Illustrations of this pregnant truth in individual experience we should not have to seek far to find, – men and women who, because of some wrong committed against the body or against conscience or against the higher aspirations of heart and soul, lose not only the high successes which their faculties might have achieved, but lose the very power of achieving; while persons of smaller natural gifts, by keeping to the paths of right, advance steadily in mental and moral wealth and in all the satisfactions that are worthiest of human attainment. The paths of rectitude, of purity, of temperance, of kindness, of love, of honor and honesty, these are also the high and straight paths of safety. They are the ways of the Eternal, the highways which the Eternal Power has been preparing through the ages whereon man may walk. Into these ways and on them the Eternal is still striving to guide mankind. Manifold are the solicitations and constraints which would hold man to the high paths of rectitude and holiness. Alluring hope beckons. Fear of the natural retribution of pain, which follows every departure from the way of right, urges. Conscience, with its august authority, commands. Reason, by its persuasions, invites. The heart, through its kindly sympathies and loves, its generous affections and spiritual ideals, offers the gentler leading-strings for keep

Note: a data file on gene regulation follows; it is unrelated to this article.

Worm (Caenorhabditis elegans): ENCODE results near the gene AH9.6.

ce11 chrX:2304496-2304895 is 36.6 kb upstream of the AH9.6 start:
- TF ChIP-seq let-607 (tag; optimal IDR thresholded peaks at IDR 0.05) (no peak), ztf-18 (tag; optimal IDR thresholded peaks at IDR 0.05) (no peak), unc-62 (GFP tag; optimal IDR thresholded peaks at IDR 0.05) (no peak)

ing human feet and faces turned toward the better future. Thus the Eternal, with man and in man and through man, has, from the beginning to this day, been guiding him onward in a pathway of material and moral amelioration and ever toward some larger, purer, and richer good. But this guidance is for mankind, and for individual man as a part of mankind. The aim of the Eternal is not to gratify selfish, individual passion as an end in itself, - not to grant a purely selfish pleasure, or safety, or prosperity. The principle is, not what is good for me singly or you singly, but for us and all together. And the same majestic yet tender Power is at this moment soliciting each one of us to come willingly, docilely, with our whole heart and soul and mind and strength, under this wise and benignant leadership, as active helpers in the ameliorating work. The ameliorations both social and personal may be slow, but they come. To what great consummation even on this earth they tend, our finite understandings may have little power to descry. But, where the understanding cannot see, the spirit can dream and yearn and impel. The Hebrew poet pictured for Israel at the end of the paths of righteousness a land "flowing with milk and honey,” — a national era of undisturbed power and prosperity. England's laureate has voiced the nineteenth century social dream,

“ In the Parliament of man, the Federation of the world.”